We recently returned from a trip to Nicaragua where I got to meet some new producers and taste some amazing coffee from them and some of the producers that we have been working with for years. This really seems like a great year for quality from Nicaragua. One of the major differences between this trip and previous trips to Nicaragua was the drying techniques that are now popping up around the country. We saw multiple producers using raised African beds and parabolic dryers to dry their product. The goal was to slow the drying process down to increase quality and consistency.
We arrived in Managua and was picked up and driven to the Ocotal region where we visited with Fransisco from Virmax, this is only the second year they have been working in Nicaragua so they were still setting up a lot of their systems. Regardless, they had a very impressive 6000 sq ft African Raised bed drying area with 80 % shade tarps over most of it, and one area with 100% shade tarps over it that they were experimenting with. Unfortunately we did not get to try anything from the 100% shade one because it had only gone up a couple days before we arrived but we did get to cup some coffees from their other beds and was very impressed with the quality and consistency of the coffee. One of the most noticeable differences between these drying beds and others that we have seen is how they were moving the coffee, everythingwas turned by hand, every hour, so that it would dry consistently and the parchment protecting the bean was not getting broken due to rakes or other tools as seen in most other drying areas.
After leaving the Ocotal region we traveled to Matagalpa to visit our friends, the Mierisch family and visit their Beneficio, Don Esteban. This was another mill that had recently improved their drying techniques. They had a brand new and very impressive parabolic dryer, which is basically a giant greenhouse with multiple raised beds used to dry the coffee. The coffee starts drying on the top row of the beds which is where the heat is most intense and then as it dries the coffee moves to lower layers closer to the ground. The entire drying process takes 10-12 days which lets it the coffee slowly and evenly dry, which creates more consistency in the cup. We will be getting a couple amazing lots from this mill including a San Jose Java Natural and my personal favorite a Limoncillo Java Pulp Natural.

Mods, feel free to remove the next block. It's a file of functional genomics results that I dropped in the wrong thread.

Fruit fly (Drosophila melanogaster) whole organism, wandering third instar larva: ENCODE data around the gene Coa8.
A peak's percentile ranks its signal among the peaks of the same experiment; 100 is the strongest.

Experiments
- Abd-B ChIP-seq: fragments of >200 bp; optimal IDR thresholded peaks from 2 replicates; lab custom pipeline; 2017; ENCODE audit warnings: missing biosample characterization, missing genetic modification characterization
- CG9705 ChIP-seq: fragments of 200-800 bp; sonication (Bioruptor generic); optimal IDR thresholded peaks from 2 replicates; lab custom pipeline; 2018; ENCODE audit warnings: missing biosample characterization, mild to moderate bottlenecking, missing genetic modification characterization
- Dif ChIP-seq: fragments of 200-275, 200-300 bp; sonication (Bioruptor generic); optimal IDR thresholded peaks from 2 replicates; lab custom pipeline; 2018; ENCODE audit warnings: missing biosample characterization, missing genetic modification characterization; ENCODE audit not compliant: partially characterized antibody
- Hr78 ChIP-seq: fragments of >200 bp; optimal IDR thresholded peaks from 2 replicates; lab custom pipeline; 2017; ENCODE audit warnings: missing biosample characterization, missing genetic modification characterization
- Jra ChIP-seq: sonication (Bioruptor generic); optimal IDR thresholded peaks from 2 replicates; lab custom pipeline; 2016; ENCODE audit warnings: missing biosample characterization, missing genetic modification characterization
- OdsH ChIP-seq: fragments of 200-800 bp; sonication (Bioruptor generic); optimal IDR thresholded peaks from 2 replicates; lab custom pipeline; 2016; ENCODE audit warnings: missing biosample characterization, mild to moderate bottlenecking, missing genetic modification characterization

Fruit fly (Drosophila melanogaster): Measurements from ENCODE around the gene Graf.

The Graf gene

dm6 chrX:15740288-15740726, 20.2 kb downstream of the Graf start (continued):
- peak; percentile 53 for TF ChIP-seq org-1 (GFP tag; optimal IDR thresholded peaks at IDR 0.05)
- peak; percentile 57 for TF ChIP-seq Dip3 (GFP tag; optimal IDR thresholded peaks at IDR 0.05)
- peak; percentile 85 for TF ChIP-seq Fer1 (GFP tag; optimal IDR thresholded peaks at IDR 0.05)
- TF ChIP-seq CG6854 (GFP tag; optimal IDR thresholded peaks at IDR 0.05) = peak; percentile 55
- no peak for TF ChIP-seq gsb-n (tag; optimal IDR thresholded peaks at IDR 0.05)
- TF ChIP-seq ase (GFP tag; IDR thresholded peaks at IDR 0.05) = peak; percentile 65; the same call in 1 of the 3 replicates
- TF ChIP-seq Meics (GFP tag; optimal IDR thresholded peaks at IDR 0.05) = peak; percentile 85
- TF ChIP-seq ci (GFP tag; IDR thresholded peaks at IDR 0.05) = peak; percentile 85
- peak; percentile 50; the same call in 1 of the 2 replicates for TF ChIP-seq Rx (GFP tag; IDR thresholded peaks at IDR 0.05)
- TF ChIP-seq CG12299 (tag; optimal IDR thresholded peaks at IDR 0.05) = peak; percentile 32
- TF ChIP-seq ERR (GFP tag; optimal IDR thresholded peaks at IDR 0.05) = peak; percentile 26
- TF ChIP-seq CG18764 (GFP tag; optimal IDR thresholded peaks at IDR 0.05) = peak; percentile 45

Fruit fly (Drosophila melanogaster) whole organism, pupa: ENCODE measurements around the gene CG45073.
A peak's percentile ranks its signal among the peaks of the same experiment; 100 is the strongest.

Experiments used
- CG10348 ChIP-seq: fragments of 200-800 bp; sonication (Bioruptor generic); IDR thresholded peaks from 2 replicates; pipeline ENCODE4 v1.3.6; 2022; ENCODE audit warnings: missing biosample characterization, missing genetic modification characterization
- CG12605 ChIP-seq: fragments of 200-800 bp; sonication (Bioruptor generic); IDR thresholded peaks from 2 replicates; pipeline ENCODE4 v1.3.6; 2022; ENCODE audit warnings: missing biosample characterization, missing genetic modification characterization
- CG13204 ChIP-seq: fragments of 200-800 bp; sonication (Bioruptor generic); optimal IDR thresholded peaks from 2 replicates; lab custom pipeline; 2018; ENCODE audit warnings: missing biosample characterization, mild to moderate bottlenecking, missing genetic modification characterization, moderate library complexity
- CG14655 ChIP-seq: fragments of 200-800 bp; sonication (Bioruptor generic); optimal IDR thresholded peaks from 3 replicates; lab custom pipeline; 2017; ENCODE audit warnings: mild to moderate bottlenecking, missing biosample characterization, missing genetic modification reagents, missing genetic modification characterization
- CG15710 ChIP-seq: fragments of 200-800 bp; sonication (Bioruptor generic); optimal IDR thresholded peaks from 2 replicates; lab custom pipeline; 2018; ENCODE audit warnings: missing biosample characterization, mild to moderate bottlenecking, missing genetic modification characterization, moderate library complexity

The coffee coming from Nicaragua this year has shown a vast improvement, due to in no small part the increased care of the drying process. I can honestly say I have never been this excited about any coffee from Nicaragua before, this is truly amazing coffee and I think you will agree.
Written by David Schindel, Head Roaster